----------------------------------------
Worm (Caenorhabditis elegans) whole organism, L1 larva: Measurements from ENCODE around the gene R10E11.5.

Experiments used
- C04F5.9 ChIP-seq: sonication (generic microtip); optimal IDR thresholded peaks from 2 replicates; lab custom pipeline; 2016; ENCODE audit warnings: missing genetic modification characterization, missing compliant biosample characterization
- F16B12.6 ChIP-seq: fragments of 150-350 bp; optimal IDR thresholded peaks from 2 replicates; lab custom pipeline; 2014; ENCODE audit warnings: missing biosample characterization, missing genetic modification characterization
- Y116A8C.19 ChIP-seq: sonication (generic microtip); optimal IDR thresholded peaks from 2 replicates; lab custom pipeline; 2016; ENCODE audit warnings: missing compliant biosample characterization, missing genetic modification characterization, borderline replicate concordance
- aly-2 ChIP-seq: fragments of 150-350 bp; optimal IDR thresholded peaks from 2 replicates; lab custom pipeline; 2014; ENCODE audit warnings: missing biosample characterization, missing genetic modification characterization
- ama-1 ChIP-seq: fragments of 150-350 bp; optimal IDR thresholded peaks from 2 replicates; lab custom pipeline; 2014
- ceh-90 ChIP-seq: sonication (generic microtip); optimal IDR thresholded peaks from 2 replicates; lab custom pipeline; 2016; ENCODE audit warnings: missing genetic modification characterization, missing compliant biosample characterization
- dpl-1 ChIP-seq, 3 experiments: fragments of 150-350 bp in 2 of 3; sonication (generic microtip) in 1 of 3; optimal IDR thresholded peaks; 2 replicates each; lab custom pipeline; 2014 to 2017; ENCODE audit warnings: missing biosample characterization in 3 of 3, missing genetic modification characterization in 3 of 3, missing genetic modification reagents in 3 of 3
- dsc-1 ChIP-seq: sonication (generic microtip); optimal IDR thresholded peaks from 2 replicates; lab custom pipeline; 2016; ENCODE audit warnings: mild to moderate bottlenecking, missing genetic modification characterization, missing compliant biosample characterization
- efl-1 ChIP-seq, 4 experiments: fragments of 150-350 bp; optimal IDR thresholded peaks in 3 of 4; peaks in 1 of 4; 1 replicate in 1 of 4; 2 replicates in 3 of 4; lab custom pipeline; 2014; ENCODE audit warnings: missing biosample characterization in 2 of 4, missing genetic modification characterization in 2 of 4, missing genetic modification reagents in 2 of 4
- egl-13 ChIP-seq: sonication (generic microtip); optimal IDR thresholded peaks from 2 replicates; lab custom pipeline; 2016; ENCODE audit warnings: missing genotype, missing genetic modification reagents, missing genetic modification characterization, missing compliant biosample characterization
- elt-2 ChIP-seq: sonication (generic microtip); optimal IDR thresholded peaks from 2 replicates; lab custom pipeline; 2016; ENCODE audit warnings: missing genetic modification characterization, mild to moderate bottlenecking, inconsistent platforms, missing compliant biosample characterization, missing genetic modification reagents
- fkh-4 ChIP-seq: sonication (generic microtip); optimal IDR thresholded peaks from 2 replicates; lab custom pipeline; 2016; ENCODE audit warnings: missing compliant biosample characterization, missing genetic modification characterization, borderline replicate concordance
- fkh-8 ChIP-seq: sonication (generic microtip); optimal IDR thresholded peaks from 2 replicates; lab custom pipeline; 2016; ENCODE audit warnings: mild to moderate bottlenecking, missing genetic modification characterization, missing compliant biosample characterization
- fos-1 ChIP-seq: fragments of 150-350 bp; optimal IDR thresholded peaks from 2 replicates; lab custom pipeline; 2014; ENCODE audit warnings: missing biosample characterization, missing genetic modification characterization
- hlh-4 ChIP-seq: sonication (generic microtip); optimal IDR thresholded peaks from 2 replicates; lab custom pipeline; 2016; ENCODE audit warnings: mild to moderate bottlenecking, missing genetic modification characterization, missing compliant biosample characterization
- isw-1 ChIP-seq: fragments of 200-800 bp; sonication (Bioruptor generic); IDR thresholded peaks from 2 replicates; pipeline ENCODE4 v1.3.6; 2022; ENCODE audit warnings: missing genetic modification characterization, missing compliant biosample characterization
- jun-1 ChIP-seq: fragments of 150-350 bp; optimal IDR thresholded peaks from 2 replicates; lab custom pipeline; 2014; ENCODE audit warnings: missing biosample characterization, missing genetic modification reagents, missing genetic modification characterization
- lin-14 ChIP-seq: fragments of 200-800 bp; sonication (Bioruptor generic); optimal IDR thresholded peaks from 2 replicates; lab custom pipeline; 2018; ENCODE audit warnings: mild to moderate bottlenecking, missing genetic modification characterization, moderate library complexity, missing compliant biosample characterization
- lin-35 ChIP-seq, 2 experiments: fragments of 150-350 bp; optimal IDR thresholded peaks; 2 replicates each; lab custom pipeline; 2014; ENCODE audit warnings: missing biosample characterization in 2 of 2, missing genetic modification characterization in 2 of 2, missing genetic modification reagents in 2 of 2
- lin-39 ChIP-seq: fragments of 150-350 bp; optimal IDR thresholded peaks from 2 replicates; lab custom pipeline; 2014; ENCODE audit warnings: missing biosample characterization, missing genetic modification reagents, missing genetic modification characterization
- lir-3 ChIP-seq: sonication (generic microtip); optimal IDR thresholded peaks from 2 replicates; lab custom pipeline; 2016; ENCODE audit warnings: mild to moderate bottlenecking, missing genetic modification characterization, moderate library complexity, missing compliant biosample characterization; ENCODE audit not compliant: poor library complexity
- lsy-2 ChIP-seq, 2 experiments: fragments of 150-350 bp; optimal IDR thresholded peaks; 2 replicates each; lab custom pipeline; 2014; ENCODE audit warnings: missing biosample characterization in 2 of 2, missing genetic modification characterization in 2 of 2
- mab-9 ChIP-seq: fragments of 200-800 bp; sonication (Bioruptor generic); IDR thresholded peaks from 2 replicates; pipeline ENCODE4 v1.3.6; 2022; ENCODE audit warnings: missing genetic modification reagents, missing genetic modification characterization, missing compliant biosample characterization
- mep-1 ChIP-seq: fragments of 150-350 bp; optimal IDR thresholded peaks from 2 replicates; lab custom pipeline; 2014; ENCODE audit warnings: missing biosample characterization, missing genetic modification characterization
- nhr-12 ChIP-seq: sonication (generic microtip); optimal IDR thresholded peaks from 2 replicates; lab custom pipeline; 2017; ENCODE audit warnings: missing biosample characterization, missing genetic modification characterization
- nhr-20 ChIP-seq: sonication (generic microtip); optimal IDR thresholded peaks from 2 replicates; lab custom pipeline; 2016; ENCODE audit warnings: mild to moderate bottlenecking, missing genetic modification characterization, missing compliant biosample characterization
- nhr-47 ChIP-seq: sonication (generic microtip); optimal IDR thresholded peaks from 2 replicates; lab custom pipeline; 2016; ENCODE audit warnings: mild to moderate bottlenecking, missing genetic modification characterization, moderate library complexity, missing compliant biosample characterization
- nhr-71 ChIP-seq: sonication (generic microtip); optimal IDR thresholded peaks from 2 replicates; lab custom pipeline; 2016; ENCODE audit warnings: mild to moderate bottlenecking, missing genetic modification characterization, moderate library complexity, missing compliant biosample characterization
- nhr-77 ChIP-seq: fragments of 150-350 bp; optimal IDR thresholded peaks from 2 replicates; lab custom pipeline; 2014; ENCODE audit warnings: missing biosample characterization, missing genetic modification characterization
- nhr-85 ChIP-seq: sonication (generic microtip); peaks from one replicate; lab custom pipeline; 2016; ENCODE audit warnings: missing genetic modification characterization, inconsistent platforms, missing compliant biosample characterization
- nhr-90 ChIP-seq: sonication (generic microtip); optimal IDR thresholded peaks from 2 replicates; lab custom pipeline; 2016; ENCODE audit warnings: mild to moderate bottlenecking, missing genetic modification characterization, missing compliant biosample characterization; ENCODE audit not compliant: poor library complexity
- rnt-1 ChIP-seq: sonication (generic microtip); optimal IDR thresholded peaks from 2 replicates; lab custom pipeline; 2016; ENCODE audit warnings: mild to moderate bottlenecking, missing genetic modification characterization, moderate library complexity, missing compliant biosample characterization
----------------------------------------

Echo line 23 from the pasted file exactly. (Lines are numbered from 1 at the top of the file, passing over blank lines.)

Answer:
- lir-3 ChIP-seq: sonication (generic microtip); optimal IDR thresholded peaks from 2 replicates; lab custom pipeline; 2016; ENCODE audit warnings: mild to moderate bottlenecking, missing genetic modification characterization, moderate library complexity, missing compliant biosample characterization; ENCODE audit not compliant: poor library complexity